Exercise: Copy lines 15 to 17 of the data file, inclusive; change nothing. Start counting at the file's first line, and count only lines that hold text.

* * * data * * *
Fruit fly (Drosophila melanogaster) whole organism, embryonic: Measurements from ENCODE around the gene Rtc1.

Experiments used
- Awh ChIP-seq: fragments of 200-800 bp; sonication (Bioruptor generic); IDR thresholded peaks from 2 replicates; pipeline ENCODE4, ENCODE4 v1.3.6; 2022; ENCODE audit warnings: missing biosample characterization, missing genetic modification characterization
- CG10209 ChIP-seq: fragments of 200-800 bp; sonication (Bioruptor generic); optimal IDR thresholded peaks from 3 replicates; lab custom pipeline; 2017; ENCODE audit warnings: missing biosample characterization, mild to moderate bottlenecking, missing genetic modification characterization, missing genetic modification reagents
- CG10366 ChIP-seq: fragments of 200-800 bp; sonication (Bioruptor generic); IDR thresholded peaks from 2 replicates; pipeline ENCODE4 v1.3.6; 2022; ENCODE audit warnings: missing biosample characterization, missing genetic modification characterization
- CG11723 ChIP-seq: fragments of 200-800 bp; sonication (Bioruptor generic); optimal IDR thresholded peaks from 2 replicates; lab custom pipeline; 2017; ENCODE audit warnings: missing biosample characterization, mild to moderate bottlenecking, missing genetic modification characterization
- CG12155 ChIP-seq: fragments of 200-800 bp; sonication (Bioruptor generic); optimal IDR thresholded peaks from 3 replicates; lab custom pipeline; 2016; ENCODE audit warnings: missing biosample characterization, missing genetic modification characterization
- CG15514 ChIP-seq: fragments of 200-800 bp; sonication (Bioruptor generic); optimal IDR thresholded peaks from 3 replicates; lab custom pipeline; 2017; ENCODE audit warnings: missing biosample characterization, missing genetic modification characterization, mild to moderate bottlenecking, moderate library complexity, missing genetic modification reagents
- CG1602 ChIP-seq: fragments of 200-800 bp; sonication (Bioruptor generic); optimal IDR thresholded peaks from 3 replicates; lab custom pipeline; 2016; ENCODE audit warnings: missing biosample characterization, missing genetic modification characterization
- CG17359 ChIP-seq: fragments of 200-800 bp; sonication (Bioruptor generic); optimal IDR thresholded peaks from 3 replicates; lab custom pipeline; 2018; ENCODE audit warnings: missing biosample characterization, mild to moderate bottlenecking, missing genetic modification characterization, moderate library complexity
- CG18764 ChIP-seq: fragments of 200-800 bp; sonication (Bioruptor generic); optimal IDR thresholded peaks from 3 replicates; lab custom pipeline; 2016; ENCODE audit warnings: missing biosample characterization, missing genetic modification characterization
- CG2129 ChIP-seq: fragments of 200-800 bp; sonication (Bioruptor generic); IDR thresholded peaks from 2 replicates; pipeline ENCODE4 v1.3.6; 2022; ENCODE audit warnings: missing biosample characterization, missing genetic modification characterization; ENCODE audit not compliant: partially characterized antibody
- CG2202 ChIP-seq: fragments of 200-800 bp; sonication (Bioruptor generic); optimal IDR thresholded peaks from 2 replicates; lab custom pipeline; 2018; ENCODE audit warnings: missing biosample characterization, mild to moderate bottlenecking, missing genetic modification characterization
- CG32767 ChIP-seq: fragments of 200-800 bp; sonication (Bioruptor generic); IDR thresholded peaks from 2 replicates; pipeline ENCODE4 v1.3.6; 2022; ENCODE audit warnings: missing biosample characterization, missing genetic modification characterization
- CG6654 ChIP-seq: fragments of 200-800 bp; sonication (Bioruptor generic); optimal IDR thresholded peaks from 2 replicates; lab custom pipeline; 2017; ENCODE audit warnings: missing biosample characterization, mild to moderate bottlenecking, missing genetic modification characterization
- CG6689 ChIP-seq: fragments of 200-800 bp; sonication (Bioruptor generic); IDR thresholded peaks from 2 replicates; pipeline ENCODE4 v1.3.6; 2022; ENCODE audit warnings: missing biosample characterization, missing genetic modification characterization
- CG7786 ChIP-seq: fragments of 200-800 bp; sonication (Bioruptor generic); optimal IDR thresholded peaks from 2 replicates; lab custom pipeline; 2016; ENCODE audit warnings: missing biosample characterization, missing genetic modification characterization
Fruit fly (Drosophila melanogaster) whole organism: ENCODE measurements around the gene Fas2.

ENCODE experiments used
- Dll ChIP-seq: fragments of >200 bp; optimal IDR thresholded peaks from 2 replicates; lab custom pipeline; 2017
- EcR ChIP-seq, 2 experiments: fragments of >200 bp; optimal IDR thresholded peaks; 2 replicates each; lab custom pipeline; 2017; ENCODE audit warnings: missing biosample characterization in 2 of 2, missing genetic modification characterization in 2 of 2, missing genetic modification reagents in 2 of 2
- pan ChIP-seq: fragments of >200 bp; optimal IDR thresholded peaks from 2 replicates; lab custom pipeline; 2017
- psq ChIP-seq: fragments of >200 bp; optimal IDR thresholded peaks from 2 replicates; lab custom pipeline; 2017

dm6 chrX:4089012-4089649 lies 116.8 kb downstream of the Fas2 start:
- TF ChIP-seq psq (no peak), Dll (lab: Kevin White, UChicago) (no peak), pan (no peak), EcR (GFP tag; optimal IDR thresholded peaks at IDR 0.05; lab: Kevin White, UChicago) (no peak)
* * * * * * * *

- CG6654 ChIP-seq: fragments of 200-800 bp; sonication (Bioruptor generic); optimal IDR thresholded peaks from 2 replicates; lab custom pipeline; 2017; ENCODE audit warnings: missing biosample characterization, mild to moderate bottlenecking, missing genetic modification characterization
- CG6689 ChIP-seq: fragments of 200-800 bp; sonication (Bioruptor generic); IDR thresholded peaks from 2 replicates; pipeline ENCODE4 v1.3.6; 2022; ENCODE audit warnings: missing biosample characterization, missing genetic modification characterization
- CG7786 ChIP-seq: fragments of 200-800 bp; sonication (Bioruptor generic); optimal IDR thresholded peaks from 2 replicates; lab custom pipeline; 2016; ENCODE audit warnings: missing biosample characterization, missing genetic modification characterization